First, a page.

Religious and Spiritual Life and Contemplative Practice at Vassar College
The Office of Religious and Spiritual Life and Contemplative Practices at Vassar College is difficult to pigeonhole. Yes, it has to do with religions—all of them. Yes, it has to do with spirituality, and the many ways people experience and express the wonder of everyday life. But it's more than that.
What makes it difficult, and at the same time wonderfully characteristic of Vassar, is the extraordinary range of practices and beliefs the office seeks to support and embrace—from mindfulness practitioners to Roman Catholics, from Reform Jews to evangelical Christians, from secularists to mainline Protestants, from Hindus to environmentalists, we are here to help you make what matters most to you part of your learning.
We call it “hope maintenance” or the art of discerning how your commitments (religious, spiritual, or otherwise) come together in concrete practices of discovery and transformation.
Under the leadership of a full-time associate dean and assistant director, a part-time advisor, a staff of fellows and advisors representing a variety of traditions, our office supports the ritual practices of this diverse community by offering opportunities for observance on campus and facilitating connections with synagogues, churches, temples, mosques, and monasteries in the surrounding community.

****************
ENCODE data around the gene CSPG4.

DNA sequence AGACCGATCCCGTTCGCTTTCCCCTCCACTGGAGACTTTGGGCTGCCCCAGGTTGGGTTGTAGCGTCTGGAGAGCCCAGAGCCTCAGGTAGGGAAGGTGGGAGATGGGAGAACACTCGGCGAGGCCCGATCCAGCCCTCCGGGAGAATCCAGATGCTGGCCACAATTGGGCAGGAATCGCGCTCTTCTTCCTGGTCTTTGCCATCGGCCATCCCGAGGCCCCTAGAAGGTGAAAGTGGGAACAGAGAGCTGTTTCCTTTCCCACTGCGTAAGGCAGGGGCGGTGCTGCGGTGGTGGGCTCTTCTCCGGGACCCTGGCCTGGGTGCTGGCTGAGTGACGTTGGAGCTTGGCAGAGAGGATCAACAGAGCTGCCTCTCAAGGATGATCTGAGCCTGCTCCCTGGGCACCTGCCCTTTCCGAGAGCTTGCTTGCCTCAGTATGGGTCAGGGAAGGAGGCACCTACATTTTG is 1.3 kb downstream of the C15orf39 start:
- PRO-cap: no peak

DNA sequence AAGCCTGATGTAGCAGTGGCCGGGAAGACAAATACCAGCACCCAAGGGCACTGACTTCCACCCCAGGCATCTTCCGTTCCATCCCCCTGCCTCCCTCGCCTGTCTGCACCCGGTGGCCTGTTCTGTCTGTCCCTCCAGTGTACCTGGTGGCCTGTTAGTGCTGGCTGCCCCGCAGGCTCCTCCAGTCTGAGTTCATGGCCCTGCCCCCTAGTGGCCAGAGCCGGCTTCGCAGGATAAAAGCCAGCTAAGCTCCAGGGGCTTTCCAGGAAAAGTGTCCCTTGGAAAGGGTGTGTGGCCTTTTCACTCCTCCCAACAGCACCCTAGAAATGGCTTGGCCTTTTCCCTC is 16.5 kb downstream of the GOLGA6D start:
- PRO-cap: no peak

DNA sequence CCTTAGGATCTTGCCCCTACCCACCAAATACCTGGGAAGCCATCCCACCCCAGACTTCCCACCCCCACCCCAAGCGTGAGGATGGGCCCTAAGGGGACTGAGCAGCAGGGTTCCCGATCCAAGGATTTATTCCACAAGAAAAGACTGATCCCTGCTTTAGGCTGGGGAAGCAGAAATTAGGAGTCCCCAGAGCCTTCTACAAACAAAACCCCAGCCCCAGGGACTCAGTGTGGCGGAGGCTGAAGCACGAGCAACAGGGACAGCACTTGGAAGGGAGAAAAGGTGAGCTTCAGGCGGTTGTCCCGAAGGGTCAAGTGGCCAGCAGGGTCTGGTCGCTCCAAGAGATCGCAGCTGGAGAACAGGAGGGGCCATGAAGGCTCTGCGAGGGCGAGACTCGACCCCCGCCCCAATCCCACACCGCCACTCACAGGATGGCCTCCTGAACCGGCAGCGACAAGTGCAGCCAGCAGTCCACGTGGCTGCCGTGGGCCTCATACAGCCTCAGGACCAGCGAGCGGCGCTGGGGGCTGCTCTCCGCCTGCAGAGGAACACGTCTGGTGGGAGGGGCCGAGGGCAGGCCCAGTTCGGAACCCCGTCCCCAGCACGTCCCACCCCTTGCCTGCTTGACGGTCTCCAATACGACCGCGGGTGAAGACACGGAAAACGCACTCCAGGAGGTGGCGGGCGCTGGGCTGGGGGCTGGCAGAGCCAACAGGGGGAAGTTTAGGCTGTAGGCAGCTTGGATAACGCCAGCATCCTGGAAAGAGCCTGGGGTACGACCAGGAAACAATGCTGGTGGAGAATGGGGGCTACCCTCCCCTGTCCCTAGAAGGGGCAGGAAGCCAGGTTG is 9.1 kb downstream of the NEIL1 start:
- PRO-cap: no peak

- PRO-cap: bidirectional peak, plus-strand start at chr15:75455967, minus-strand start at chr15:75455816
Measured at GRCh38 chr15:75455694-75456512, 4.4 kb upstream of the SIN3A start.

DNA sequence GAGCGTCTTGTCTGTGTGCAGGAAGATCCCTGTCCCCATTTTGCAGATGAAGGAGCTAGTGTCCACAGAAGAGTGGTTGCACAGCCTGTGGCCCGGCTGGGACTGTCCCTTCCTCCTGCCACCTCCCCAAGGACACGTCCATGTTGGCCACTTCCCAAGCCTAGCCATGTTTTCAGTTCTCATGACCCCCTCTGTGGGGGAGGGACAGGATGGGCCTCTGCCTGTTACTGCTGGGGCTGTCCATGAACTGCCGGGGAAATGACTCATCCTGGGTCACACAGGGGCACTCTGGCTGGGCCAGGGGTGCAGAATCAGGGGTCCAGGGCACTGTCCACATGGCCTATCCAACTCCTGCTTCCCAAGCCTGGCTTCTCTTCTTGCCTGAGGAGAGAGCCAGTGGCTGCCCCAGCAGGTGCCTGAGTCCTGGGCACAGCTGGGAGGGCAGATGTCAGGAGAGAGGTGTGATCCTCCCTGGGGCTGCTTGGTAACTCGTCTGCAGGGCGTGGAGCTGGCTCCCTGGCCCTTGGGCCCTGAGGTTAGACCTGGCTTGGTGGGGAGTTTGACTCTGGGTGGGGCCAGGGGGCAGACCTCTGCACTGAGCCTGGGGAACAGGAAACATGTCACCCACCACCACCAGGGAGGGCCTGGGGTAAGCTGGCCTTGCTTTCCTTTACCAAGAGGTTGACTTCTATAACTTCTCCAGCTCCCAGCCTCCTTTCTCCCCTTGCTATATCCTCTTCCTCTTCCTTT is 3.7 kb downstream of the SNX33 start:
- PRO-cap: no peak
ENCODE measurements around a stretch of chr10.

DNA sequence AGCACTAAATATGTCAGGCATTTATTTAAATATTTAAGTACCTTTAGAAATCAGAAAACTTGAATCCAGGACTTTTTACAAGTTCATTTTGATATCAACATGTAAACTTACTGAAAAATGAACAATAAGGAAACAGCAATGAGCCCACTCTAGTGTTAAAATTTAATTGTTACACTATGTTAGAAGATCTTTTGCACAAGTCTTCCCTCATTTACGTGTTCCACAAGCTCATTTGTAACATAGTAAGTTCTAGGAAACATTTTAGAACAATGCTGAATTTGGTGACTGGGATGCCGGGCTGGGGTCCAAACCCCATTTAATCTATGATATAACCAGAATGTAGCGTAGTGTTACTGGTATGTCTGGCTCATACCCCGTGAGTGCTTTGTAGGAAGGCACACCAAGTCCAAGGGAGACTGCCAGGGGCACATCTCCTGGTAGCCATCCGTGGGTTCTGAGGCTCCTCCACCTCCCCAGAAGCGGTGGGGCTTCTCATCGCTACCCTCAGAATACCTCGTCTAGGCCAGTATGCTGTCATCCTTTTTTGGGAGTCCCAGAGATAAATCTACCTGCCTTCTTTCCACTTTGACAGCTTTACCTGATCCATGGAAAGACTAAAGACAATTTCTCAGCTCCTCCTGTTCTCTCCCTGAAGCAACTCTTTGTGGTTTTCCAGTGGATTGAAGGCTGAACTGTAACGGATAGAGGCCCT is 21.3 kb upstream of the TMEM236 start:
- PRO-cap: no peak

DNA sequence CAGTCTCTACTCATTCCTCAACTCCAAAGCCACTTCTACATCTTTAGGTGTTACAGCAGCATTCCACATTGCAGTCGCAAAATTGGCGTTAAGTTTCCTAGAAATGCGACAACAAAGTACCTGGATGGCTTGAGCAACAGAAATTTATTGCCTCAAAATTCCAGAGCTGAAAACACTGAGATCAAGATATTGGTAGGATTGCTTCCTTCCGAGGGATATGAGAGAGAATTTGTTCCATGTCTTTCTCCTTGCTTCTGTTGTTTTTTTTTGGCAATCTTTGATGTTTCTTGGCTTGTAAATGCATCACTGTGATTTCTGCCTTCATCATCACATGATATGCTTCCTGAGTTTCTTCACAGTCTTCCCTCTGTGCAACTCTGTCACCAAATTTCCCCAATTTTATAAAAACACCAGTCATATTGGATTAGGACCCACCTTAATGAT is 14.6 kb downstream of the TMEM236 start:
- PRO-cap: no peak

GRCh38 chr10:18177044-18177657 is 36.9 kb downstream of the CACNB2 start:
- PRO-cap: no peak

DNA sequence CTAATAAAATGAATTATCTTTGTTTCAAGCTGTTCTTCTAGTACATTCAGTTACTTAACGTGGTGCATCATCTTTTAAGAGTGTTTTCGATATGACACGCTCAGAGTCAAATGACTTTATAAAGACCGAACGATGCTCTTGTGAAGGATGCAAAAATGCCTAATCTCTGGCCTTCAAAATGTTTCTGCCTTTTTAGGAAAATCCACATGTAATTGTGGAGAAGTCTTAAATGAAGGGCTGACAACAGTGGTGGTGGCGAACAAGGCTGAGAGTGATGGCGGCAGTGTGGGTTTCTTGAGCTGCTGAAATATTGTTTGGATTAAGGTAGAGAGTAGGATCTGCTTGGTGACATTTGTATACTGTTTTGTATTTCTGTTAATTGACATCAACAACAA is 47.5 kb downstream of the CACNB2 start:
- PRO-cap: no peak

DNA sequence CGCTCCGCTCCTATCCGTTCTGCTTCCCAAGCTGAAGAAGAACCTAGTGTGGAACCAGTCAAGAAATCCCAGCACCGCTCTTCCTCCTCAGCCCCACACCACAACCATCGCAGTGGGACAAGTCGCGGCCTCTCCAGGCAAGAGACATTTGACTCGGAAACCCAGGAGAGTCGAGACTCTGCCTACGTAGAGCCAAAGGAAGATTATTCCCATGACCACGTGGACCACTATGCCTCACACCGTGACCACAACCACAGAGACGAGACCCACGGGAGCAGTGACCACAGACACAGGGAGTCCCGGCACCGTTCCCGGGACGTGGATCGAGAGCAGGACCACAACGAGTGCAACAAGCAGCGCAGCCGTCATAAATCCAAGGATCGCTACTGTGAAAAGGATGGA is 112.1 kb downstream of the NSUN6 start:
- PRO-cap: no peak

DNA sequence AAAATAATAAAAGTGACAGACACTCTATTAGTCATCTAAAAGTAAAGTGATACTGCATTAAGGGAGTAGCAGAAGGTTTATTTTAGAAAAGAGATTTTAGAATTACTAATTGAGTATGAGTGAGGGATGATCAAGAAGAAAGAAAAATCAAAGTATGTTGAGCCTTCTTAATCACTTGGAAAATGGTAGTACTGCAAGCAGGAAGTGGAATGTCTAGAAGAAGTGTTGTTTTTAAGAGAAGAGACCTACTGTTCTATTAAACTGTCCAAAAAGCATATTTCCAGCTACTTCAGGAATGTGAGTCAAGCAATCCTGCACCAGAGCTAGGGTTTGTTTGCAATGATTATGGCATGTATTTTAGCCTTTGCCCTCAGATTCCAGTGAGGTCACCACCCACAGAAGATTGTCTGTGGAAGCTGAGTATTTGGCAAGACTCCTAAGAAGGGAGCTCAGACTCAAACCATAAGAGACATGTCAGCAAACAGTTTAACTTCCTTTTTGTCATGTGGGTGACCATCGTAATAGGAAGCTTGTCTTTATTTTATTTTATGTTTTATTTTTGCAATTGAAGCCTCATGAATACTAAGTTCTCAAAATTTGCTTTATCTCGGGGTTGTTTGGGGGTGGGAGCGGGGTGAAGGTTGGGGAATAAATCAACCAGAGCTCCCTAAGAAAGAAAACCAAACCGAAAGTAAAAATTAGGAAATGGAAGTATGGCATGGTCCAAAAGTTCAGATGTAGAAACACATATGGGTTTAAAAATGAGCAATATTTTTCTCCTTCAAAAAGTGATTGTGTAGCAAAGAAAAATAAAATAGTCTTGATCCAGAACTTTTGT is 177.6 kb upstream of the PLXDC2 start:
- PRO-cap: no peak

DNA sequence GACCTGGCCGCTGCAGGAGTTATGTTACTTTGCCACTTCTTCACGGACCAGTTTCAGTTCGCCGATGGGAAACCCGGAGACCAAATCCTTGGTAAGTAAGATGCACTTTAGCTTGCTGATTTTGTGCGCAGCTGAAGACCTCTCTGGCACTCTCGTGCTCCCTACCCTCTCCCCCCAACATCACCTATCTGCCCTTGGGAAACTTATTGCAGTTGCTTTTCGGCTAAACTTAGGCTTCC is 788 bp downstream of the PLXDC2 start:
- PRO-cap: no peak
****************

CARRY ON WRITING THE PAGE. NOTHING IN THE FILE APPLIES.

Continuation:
But we aren’t just available for believers. Anyone who is interested in community service, or issues of social justice, or art as a vehicle for social change, or holistic lifestyle choices will find a warm welcome at the Religious and Spiritual Life and Contemplative Practices and a wealth of opportunities to get involved. For a current listing of what we are doing, please visit our Facebook page.
Believe it or not, and whether you believe or not, we are here to help you integrate what you care about most with your educational experience at Vassar.
The Office of Religious and Spiritual Life and Contemplative Practices helps students integrate lives of passionate commitment, embodied practice and intellectual critique at Vassar and beyond. Our programs articulate a lively public role for religious imagination and ensure that opportunities for spiritual and democratic formation are part of the demanding and creative education Vassar offers—for the religiously devoted, the spiritually curious and the radically questioning.